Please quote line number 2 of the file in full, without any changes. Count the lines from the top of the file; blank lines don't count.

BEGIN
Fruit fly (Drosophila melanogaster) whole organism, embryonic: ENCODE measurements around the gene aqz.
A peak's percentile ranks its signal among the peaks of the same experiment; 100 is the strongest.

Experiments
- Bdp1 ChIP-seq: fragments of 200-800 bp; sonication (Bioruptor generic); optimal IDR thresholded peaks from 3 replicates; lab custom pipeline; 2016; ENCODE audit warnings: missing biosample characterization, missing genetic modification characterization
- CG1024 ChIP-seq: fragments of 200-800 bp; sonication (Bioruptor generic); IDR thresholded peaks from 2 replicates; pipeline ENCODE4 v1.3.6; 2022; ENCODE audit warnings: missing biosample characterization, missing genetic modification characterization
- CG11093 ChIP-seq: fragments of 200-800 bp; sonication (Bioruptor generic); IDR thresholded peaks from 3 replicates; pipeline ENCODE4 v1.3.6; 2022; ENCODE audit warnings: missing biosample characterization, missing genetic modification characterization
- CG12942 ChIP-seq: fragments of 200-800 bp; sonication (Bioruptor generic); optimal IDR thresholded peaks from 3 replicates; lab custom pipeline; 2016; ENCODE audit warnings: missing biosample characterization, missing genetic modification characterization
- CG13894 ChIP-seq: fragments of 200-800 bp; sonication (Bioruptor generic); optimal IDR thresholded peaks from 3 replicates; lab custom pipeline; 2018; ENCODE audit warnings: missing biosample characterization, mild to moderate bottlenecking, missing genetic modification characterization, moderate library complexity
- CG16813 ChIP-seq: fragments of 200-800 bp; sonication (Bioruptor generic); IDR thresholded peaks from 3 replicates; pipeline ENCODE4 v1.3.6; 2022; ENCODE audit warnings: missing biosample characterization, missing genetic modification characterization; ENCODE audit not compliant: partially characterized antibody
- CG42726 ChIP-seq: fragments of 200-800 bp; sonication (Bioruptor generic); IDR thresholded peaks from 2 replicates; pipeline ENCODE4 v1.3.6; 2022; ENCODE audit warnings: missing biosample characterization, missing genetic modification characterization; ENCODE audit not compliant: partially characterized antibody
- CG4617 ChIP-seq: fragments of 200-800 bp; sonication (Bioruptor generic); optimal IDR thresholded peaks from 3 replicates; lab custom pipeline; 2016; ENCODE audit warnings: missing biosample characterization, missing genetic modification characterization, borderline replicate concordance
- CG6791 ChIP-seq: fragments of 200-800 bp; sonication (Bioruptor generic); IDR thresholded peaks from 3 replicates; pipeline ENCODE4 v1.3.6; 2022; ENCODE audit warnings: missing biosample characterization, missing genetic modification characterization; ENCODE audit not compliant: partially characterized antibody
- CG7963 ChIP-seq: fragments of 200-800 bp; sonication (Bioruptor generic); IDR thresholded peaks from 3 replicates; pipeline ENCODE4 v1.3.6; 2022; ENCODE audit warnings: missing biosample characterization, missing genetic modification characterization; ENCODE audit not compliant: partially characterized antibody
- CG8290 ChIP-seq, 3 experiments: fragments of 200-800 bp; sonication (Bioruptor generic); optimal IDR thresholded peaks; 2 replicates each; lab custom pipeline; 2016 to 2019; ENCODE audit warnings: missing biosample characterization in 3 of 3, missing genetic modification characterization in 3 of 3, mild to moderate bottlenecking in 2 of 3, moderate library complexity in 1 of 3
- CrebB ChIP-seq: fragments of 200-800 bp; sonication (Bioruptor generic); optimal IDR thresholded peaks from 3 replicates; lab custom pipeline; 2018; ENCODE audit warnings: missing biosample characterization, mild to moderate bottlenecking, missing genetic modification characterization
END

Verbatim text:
A peak's percentile ranks its signal among the peaks of the same experiment; 100 is the strongest.